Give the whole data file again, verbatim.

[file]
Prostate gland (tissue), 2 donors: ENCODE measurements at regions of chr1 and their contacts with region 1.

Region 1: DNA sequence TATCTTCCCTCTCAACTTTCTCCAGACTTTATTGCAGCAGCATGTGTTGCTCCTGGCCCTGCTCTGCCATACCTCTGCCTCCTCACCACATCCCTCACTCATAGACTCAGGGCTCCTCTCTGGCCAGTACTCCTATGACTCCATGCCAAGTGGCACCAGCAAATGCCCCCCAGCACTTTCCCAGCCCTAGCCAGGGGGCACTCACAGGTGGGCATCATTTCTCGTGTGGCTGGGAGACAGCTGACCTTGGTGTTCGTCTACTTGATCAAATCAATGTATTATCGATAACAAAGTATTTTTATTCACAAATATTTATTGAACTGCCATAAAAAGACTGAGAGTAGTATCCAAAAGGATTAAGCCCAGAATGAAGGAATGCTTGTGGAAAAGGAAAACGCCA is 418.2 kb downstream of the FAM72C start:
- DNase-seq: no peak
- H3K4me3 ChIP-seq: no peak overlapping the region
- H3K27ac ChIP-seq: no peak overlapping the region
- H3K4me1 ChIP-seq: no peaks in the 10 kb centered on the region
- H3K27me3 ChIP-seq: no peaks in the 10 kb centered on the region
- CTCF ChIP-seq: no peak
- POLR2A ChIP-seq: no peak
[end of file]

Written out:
Prostate gland (tissue), 2 donors: ENCODE measurements at regions of chr1 and their contacts with region 1.

Region 1: DNA sequence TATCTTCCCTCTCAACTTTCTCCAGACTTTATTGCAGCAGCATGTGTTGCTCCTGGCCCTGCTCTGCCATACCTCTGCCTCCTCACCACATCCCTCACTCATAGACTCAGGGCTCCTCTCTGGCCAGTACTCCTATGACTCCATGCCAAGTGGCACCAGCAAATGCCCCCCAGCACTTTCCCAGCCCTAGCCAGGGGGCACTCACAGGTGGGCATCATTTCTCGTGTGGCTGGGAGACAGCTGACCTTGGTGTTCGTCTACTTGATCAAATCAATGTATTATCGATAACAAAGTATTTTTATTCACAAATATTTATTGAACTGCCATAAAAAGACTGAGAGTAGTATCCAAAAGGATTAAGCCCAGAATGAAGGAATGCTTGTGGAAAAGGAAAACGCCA is 418.2 kb downstream of the FAM72C start:
- DNase-seq: no peak
- H3K4me3 ChIP-seq: no peak overlapping the region
- H3K27ac ChIP-seq: no peak overlapping the region
- H3K4me1 ChIP-seq: no peaks in the 10 kb centered on the region
- H3K27me3 ChIP-seq: no peaks in the 10 kb centered on the region
- CTCF ChIP-seq: no peak
- POLR2A ChIP-seq: no peak